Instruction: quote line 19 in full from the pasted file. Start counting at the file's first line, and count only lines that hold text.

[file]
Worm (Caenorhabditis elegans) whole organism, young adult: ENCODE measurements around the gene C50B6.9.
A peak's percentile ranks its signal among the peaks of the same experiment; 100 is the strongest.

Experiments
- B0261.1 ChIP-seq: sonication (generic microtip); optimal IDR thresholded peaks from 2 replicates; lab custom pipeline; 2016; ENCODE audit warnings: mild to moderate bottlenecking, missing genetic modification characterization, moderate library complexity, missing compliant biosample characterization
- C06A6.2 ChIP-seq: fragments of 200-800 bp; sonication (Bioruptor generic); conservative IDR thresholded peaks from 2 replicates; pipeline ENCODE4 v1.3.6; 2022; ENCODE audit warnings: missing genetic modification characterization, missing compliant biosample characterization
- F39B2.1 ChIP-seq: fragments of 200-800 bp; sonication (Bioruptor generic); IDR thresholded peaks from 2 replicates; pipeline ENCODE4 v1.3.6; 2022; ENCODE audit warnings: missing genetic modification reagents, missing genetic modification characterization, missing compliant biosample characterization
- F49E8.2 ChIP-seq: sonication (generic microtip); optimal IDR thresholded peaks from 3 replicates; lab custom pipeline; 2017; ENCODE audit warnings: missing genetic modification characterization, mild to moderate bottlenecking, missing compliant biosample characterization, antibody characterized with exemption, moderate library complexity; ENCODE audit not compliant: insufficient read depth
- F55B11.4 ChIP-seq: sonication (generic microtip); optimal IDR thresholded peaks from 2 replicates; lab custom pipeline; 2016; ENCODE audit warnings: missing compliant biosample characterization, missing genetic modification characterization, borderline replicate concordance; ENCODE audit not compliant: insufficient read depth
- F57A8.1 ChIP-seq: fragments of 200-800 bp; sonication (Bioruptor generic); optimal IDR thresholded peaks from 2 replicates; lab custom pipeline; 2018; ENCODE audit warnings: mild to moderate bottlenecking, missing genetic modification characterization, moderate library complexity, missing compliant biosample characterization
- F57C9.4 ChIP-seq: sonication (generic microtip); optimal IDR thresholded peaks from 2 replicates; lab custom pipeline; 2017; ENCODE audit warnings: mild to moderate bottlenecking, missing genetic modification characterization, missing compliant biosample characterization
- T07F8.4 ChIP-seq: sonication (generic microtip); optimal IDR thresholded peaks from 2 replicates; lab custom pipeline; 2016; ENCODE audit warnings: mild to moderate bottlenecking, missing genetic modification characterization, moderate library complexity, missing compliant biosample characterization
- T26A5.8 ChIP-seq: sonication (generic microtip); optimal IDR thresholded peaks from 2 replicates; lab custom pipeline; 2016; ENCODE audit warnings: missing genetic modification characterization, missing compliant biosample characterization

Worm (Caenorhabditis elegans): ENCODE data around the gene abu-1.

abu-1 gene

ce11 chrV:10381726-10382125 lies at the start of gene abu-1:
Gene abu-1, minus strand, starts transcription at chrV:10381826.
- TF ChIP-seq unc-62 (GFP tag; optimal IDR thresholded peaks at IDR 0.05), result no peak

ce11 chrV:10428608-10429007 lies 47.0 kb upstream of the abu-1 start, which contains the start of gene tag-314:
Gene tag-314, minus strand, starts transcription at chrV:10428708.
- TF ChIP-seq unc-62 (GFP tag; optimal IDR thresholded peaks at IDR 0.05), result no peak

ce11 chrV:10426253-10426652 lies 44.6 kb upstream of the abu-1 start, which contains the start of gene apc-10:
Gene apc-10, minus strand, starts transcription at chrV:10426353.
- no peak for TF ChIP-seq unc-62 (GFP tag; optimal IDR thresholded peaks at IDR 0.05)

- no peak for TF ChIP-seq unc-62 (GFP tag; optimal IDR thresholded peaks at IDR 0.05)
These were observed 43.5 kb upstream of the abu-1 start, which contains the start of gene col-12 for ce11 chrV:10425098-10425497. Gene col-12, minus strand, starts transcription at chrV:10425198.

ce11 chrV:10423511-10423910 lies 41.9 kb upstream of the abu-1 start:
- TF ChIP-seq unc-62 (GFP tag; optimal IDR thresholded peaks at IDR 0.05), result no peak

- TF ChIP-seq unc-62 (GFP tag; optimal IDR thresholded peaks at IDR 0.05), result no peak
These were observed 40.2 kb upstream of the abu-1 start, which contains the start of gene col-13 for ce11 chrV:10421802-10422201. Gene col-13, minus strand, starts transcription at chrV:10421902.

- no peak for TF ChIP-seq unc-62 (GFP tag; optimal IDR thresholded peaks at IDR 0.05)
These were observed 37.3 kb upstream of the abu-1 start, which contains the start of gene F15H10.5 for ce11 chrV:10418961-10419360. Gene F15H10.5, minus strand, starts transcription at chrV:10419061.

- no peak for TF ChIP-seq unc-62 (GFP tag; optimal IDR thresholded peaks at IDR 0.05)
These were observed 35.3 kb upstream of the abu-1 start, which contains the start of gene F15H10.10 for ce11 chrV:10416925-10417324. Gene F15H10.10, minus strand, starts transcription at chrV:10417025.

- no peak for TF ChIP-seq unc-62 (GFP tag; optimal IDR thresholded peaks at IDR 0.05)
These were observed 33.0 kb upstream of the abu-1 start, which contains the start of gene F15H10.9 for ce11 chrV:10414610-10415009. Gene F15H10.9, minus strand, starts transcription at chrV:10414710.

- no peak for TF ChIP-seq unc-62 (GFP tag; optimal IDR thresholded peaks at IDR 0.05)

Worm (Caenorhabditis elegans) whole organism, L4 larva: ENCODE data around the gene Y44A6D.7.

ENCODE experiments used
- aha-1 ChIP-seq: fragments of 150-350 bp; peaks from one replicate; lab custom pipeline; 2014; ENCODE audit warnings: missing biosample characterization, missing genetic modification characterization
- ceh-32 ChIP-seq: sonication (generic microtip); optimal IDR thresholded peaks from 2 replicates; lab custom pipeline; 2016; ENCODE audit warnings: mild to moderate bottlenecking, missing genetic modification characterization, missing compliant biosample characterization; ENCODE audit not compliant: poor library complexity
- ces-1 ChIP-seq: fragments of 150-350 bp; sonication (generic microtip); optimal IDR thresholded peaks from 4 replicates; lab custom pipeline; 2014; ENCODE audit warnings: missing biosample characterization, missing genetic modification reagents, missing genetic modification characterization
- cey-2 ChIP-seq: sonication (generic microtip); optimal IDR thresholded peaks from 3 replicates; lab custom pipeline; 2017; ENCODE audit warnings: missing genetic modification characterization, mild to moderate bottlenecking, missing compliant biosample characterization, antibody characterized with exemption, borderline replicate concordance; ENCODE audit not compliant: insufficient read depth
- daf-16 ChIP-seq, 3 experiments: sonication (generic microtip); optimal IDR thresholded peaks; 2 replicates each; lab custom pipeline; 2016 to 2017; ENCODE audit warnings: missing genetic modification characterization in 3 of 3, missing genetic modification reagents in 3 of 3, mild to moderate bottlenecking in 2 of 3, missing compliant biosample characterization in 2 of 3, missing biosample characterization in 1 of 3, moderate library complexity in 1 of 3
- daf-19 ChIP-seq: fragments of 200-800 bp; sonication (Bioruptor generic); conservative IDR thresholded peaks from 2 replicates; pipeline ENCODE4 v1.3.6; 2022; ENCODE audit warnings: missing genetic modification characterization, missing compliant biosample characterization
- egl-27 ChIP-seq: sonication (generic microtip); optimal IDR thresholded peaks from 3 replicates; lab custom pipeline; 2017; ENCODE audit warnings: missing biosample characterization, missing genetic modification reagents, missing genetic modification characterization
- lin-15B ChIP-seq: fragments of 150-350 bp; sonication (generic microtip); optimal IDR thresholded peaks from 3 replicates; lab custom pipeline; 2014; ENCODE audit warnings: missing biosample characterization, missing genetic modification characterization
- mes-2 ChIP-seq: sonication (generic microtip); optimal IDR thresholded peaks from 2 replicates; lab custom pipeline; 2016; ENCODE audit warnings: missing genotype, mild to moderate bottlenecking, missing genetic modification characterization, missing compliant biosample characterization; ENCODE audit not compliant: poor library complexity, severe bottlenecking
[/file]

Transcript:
Gene tag-314, minus strand, starts transcription at chrV:10428708.